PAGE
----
Policy-based administration. Group Policies are configuration settings applied to computers or users as they are initialized. All Group Policy settings are contained in Group Policy Objects (GPOs) applied to Active Directory sites, domains, or organizational units. GPO settings determine access to directory objects and domain resources, what domain resources (such as applications) are available to users, and how these domain resources are configured for use.

Scalability. Active Directory includes one or more domains, each with one or more domain controllers, enabling you to scale the directory to meet any network requirements. Multiple domains can be combined into a domain tree and multiple domain trees can be combined into a forest. In the simplest structure, a single-domain network is simultaneously a single tree and a single forest.

Information Replication. Active Directory uses multimaster replication, which lets you update the directory at any domain controller. Deploying multiple domain controllers in one domain provides fault tolerance and load balancing. If one domain controller within a domain slows, stops, or fails, other domain controllers within the same domain can provide necessary directory access, since they contain the same directory data.

Information security. Management of user authentication and access control, both fully integrated with Active Directory, are key security features in the Windows 2000 operating system. Active Directory centralizes authentication. Access control can be defined not only on each object in the directory, but also on each property of each object. In addition, Active Directory provides both the store and the scope of application for security policies. (For more about Active Directory logon authentication and access control, see the “For More Information” section at the end of this paper.)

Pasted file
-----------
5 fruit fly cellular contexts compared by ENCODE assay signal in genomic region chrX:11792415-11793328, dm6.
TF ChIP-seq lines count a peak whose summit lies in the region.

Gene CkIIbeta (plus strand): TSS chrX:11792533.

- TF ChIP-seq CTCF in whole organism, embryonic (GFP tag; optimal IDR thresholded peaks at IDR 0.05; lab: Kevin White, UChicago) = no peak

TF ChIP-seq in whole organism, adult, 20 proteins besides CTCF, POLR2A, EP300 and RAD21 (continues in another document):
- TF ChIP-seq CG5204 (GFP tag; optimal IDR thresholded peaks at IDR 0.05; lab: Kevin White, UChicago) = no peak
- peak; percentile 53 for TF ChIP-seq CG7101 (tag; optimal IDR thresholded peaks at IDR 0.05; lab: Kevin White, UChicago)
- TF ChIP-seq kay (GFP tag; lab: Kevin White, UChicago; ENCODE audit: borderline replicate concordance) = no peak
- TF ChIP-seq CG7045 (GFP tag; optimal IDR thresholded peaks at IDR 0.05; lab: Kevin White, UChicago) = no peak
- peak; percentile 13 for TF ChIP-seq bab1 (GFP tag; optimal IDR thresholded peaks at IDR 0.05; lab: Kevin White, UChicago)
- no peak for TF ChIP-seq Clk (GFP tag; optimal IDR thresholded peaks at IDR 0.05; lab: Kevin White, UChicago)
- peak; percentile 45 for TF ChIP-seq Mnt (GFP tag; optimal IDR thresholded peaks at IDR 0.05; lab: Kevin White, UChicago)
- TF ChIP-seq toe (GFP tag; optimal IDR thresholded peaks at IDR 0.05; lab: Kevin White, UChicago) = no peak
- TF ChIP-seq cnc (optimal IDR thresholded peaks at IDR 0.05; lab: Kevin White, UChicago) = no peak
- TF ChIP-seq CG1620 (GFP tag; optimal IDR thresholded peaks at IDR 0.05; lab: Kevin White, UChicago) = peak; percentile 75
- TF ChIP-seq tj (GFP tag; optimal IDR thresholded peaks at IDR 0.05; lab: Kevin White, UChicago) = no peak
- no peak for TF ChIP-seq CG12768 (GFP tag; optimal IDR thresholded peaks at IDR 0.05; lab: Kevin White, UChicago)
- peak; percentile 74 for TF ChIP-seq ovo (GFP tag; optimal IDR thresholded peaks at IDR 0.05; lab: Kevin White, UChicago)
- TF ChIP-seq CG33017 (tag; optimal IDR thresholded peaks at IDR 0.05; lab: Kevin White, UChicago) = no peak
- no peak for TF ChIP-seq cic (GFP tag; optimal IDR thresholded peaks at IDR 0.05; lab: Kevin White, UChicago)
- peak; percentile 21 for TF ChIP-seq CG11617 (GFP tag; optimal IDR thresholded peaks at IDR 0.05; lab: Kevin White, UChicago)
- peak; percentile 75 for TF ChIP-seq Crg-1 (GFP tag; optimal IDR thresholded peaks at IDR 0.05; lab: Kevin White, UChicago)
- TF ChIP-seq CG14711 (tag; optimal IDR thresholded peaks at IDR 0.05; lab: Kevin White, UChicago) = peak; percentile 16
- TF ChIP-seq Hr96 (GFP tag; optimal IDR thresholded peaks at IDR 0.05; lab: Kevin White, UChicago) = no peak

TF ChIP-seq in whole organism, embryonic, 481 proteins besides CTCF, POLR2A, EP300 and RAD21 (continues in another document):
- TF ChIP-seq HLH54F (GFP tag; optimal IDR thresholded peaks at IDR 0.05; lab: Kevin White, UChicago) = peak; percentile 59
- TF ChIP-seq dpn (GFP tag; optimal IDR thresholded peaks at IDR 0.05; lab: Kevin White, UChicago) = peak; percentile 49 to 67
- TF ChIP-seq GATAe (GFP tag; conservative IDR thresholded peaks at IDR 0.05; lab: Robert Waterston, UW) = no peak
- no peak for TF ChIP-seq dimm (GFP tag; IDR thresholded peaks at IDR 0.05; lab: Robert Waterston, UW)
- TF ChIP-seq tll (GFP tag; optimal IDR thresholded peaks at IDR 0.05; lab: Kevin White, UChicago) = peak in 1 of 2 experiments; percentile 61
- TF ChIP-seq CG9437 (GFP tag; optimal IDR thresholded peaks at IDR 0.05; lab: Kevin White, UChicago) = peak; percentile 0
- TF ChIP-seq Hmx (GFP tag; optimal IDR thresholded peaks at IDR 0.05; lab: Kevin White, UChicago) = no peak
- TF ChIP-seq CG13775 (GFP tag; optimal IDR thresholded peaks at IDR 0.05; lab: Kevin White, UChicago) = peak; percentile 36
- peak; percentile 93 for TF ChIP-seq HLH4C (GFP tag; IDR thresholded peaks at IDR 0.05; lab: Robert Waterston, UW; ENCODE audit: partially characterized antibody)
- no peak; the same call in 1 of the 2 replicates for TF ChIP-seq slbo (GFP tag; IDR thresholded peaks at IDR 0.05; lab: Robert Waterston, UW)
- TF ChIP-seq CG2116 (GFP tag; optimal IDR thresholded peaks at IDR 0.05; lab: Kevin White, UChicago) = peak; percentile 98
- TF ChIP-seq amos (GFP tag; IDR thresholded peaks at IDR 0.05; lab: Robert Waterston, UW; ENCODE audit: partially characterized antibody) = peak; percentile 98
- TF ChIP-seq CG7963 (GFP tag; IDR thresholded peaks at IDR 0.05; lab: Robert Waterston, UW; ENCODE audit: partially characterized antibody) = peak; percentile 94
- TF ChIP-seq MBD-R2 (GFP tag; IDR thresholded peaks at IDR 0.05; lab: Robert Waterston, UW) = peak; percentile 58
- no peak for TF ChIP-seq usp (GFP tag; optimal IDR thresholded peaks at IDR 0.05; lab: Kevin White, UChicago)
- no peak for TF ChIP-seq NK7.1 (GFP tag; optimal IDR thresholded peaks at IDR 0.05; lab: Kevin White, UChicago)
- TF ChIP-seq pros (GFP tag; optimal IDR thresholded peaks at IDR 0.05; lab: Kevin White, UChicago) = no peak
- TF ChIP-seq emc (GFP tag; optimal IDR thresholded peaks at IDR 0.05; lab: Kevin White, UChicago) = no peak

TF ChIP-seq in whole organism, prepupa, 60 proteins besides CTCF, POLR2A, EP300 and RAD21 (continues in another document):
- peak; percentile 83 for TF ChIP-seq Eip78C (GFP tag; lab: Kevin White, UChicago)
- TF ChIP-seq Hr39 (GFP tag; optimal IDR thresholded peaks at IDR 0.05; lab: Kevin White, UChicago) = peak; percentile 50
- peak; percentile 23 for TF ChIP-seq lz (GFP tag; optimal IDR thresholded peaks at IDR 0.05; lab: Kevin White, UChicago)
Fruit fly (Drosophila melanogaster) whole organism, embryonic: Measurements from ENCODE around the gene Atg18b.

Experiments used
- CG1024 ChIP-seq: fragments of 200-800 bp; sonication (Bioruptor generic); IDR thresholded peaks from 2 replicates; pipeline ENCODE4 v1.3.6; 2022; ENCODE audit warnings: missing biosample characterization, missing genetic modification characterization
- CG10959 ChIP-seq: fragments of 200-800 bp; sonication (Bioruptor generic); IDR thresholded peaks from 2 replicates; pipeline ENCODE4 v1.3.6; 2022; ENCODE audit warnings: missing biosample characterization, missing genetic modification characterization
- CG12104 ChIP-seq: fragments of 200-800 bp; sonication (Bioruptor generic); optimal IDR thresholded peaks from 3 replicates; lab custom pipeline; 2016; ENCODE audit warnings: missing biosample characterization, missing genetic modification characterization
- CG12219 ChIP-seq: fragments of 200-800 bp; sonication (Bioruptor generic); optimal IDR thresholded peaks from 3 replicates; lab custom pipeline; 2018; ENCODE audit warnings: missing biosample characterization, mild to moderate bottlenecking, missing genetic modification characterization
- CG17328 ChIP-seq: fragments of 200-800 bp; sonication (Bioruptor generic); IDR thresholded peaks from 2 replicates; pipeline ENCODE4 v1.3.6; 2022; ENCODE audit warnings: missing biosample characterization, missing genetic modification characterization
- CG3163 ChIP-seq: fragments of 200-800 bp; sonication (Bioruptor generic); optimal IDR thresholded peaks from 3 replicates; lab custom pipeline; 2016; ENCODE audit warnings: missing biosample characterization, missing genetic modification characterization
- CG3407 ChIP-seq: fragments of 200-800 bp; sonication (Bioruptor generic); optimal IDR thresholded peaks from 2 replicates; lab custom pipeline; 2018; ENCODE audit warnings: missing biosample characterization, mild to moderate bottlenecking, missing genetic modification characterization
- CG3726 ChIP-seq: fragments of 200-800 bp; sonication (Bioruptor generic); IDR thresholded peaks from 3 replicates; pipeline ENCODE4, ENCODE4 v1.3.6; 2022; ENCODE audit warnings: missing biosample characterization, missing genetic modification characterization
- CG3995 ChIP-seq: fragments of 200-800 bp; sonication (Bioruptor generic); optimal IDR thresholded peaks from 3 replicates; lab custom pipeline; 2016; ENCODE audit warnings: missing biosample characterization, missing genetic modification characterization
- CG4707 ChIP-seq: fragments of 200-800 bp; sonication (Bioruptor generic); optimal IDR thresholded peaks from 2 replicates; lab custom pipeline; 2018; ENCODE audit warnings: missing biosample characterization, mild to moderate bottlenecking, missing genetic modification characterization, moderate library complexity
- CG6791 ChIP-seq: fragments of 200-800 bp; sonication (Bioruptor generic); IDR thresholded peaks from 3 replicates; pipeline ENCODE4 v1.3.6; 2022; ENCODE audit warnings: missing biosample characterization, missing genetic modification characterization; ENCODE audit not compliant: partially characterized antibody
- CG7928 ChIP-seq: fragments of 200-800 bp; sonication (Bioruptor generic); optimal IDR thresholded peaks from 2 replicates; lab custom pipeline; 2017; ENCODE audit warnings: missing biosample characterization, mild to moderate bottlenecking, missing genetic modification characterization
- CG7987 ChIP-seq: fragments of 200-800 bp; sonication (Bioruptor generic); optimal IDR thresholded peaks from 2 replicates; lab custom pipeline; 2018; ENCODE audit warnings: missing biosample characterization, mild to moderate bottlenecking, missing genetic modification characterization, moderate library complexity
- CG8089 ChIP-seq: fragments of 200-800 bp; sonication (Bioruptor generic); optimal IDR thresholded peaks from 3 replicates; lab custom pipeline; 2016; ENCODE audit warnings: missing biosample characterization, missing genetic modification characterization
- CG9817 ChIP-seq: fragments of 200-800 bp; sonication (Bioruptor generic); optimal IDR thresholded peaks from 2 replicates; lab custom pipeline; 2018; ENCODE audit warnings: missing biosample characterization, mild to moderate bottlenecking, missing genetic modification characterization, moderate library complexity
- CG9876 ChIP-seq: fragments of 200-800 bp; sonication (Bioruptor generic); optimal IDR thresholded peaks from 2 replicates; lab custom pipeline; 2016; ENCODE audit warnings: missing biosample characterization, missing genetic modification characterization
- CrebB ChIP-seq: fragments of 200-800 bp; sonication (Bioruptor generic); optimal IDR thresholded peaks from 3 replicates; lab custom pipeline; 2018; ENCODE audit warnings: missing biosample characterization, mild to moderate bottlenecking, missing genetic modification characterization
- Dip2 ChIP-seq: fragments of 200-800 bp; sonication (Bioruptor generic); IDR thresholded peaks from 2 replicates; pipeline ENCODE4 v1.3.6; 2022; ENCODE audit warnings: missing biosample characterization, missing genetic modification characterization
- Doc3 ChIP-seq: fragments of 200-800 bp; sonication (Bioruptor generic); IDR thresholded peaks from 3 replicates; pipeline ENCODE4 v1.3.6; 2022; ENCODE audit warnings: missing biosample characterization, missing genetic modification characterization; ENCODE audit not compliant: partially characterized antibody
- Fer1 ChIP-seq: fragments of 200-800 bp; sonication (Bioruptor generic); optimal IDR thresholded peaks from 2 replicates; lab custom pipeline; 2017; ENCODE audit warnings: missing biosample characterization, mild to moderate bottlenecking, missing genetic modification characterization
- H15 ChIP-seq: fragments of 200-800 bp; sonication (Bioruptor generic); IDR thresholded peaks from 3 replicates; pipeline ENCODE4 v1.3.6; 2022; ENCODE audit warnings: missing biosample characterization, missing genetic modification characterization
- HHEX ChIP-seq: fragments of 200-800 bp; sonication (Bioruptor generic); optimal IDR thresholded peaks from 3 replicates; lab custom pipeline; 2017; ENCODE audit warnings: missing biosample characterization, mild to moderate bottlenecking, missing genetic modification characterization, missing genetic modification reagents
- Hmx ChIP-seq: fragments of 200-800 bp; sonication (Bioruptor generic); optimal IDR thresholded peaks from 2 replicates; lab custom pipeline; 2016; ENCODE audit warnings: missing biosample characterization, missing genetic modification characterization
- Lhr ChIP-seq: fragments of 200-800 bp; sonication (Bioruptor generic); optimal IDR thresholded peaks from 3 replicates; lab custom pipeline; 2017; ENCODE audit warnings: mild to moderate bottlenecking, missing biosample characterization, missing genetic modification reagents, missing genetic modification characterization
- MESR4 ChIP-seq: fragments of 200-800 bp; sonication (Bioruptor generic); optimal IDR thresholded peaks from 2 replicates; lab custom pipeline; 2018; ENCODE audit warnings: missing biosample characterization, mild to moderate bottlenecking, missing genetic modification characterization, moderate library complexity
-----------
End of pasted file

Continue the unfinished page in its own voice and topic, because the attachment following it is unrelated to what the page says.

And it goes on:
Interoperability. Because Active Directory is based on standard directory access protocols, such as Lightweight Directory Access Protocol (LDAP), it can interoperate with other directory services employing these protocols. Several application programming interfaces (APIs) —such as Active Directory Service Interfaces (ADSI)—give developers access to these protocols.

6) Please explain the difference between an Access Control List (ACL) and a Discretionary Access Control List (DACL).

An access control list (ACL) is a list of access control entries (ACE). Each ACE in an ACL identifies a trustee and specifies the access rights allowed, denied, or audited for that trustee. The security descriptor for a securable object can contain two types of ACLs: a DACL and a SACL.

A discretionary access control list (DACL) identifies the trustees that are allowed or denied access to a securable object. When a process tries to access a securable object, the system checks the ACEs in the object’s DACL to determine whether to grant access to it. If the object does not have a DACL, the system grants full access to everyone. If the object’s DACL has no ACEs, the system denies all attempts to access the object because the DACL does not allow any access rights. The system checks the ACEs in sequence until it finds one or more ACEs that allow all the requested access rights, or until any of the requested access rights are denied. For more information, see How DACLs Control Access to an Object. For information about how to properly create a DACL, see Creating a DACL.

A system access control list (SACL) enables administrators to log attempts to access a secured object. Each ACE specifies the types of access attempts by a specified trustee that cause the system to generate a record in the security event log. An ACE in a SACL can generate audit records when an access attempt fails, when it succeeds, or both. In future releases, a SACL will also be able to raise an alarm when an unauthorized user attempts to gain access to an object. For more information about SACLs, see Audit Generation and SACL Access Right.

7)When setting up routers please explain the difference between a routed protocol and a routing protocol.

A routing protocol sends and receives routing information packets to and from other routers. A routed protocol can be routed by a router, which means that it can be forwarded from one router to another. Yes, there are protocols that can’t be routed, such as NetBEUI (Network Basic Input Output System Extended User Interface)